Is Barry Bonds a good person – who cares? There have been athletes with terrible personalities who have excelled on the playing field. What should matter is what an athlete does on the playing field not away from the field.

When will people start to give Barry Bonds the respect he’s earned and when will they stop crucifying him? If Barry Bonds used performance-enhancing drugs he did so in an era when the sport didn’t ban those substances and didn’t test for the use of banned drugs.

Was Barry Bonds the only major leaguer who may have used performance-enhancing drugs? The baseball media should stop fooling themselves and accept baseball was in the same place most sports where a few years ago, looking for solutions to the use of performance-enhancing drugs. Once and for all let’s stop wasting time, taxpayer dollars in what seems like a media driven vendetta against Barry Bonds. There are far greater and more important causes we can ‘rally the flag around’. Baseball had a steroid era, we’ll never know how many players used performance-enhancing drugs or how it affected their game. Its time for the baseball media to grow up.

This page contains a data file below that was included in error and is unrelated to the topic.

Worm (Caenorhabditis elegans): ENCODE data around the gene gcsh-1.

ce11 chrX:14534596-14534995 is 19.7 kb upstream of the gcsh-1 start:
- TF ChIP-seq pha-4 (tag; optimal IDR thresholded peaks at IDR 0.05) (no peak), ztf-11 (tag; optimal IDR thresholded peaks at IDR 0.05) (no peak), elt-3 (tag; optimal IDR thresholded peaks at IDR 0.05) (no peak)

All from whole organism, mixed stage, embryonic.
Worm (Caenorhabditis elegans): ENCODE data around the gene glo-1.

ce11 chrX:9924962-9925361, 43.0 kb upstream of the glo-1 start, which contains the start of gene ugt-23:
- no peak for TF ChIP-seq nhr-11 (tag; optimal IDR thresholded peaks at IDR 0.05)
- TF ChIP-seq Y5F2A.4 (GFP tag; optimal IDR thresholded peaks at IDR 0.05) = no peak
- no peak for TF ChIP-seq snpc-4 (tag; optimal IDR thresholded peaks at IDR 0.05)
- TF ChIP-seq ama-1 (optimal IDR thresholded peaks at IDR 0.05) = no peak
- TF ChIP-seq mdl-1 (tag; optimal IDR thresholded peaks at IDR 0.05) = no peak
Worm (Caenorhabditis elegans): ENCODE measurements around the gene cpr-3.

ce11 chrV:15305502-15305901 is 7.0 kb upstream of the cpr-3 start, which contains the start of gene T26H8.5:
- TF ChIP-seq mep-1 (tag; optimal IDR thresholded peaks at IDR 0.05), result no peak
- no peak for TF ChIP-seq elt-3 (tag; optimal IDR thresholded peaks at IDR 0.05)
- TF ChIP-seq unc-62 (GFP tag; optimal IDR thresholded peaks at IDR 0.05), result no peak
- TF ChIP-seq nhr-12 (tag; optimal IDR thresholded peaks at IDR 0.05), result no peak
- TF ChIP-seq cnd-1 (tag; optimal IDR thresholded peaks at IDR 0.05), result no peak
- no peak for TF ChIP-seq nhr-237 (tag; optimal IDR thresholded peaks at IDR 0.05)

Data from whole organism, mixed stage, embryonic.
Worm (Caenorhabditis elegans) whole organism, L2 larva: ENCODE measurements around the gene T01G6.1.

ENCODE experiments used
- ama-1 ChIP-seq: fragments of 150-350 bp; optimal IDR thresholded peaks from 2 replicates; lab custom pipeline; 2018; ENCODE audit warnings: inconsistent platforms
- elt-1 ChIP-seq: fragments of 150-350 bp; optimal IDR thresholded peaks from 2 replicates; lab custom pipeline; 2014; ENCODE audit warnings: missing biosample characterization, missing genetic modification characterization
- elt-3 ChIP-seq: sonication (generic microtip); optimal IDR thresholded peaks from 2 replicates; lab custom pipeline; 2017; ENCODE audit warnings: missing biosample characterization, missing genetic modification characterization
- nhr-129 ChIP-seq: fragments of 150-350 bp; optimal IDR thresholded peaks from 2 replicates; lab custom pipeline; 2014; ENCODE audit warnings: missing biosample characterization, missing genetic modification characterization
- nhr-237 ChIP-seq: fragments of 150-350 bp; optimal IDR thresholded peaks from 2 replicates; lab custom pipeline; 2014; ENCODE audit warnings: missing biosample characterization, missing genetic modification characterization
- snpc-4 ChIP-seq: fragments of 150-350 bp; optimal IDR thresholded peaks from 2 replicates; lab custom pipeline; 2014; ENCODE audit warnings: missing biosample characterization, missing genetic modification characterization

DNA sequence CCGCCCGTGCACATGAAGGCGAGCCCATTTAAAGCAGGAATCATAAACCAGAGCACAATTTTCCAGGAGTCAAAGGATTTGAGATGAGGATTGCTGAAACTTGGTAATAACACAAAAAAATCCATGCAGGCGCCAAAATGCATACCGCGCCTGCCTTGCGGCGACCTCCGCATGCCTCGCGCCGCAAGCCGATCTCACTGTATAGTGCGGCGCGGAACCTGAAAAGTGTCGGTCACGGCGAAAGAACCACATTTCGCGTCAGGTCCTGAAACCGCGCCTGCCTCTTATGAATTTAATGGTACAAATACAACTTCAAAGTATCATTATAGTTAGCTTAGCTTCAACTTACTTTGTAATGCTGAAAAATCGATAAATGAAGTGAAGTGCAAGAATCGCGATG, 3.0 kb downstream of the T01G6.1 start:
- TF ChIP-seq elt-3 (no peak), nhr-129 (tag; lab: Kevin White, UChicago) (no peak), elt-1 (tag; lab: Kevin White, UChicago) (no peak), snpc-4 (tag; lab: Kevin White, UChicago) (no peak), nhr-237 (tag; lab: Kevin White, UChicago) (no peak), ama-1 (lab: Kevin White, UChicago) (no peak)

And here’s a final thought if Bonds historic home run number 756 lands in the hands of a baseball fan who is disgusted by Bonds accomplishment then let that fan take that baseball and throw it on the field. However you count on anyone lucky enough to catch that baseball they’ll auction it for millions and millions of dollars. The media; ESPN, Fox, Major League Baseball and anyone else who intends to cover the event if they really and honestly do not believe Barry Bonds is a legitimate home run hitter, then treat Barry Bonds as the person you believe he is. At the very least in not speaking to the media and in not suing everyone Barry Bonds is being honest in making it clear how he feels about what is taking place. He really and truly could care less what anyone thinks of him.

For Sports Business News this is Howard Bloom. Sources cited in this Insider report: The New York Daily News, The New York Times and The San Francisco Chronicle